Midway through the first half, Steven Bergwijn broke through into the United box and fired a strike straight at De Gea, who allowed it to bounce off a weak hand and into the roof of the net, giving Spurs the lead.
United would go on to eventually draw 1-1, but most of the headlines surrounded the Spanish keeper and the major criticism he received, most notably on Sky's coverage of the match from former midfielder Roy Keane.
Although Neville was not as vicious with his criticism as Keane, who said he would be “throwing punches” in the United dressing room, the Sky Sports pundit admitted to being concerned at the form of De Gea, which he believes has been declining for too long.
"He was the one player United could rely upon for the last four years but he's not the same," he said on The Gary Neville Podcast.
"He hasn't been the same for some time. When form drops for six months it's a blip but when it goes on for a year you start to worry. When it goes over two years it becomes more permanent.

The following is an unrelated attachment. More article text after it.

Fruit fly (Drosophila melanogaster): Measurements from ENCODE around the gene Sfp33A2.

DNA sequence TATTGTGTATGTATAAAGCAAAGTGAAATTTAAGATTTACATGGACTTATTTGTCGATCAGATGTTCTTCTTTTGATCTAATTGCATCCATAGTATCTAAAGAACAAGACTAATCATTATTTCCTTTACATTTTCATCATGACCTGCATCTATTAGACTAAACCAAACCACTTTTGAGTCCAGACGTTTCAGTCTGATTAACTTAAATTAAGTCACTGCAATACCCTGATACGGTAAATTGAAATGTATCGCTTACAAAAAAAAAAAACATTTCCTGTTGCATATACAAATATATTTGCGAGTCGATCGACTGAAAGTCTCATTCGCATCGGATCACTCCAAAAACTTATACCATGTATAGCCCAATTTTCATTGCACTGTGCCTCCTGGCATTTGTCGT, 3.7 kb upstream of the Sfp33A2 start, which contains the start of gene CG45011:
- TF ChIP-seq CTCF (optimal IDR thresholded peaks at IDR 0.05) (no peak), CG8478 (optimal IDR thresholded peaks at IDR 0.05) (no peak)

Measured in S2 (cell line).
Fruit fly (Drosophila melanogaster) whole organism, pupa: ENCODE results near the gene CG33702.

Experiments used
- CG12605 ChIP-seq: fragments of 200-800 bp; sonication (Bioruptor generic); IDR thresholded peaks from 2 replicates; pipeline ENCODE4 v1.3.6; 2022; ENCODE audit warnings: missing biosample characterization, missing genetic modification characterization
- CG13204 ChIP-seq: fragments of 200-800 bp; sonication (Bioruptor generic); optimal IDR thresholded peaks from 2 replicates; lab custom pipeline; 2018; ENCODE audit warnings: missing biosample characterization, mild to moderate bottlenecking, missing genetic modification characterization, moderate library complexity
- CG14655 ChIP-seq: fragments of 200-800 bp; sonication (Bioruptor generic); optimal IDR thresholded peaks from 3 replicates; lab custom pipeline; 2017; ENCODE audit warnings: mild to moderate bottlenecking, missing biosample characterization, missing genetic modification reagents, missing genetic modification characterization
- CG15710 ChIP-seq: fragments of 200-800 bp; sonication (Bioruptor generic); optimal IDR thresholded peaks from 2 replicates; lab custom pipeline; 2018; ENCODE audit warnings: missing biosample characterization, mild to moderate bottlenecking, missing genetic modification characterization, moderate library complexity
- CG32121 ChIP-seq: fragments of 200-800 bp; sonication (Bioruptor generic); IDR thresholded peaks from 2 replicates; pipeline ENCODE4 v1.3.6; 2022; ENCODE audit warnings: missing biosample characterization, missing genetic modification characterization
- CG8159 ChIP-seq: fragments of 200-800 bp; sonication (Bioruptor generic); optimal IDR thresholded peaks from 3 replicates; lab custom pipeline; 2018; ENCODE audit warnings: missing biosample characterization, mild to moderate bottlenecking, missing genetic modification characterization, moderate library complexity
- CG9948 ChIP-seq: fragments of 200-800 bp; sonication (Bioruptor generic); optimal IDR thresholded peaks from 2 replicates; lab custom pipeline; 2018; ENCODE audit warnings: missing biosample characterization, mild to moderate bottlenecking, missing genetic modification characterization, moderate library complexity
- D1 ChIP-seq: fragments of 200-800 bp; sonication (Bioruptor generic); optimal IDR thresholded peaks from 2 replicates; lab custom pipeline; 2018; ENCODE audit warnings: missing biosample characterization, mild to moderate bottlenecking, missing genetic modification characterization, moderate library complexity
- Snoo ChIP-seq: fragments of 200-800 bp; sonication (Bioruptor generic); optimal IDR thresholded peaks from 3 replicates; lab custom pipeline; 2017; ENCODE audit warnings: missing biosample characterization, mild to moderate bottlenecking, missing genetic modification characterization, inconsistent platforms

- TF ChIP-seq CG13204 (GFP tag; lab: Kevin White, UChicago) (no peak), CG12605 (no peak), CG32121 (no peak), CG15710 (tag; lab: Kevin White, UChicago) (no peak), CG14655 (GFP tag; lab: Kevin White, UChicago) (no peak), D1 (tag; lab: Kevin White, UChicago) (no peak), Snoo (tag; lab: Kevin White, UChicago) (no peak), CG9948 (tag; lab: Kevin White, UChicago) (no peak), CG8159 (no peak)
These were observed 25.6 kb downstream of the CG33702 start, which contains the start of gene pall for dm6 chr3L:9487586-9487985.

"That is now a fair representation of what De Gea is as he's making lots of mistakes. Ones he would never make - he was always somebody you could completely rely upon. It can only be a confidence thing. The arms, legs and body are the same - it's got to be the mind.
"The reception he's got in Spain has affected him. He's even been booed by Spanish fans when he's wearing the Spanish shirt. In the World Cup in 2018 he really struggled and from that he's doubted himself. Mentally he's not quite the same. He's got to go back to basics.”
The former United captain believes only hard work will ultimately pull De Gea out of his current malaise.
He added: "There's only one thing you can do when you're having a tough time: work. Work harder than you have ever done in your life. What will happen is that you will tell yourself the amount of work you put in you deserve to be good again. That means coming in at 7.30am and leaving at 6pm if needs be. He has to do something to stop the erosion.
"Mistakes like that can happen on the first game back but it's happening far too much over the past couple of years."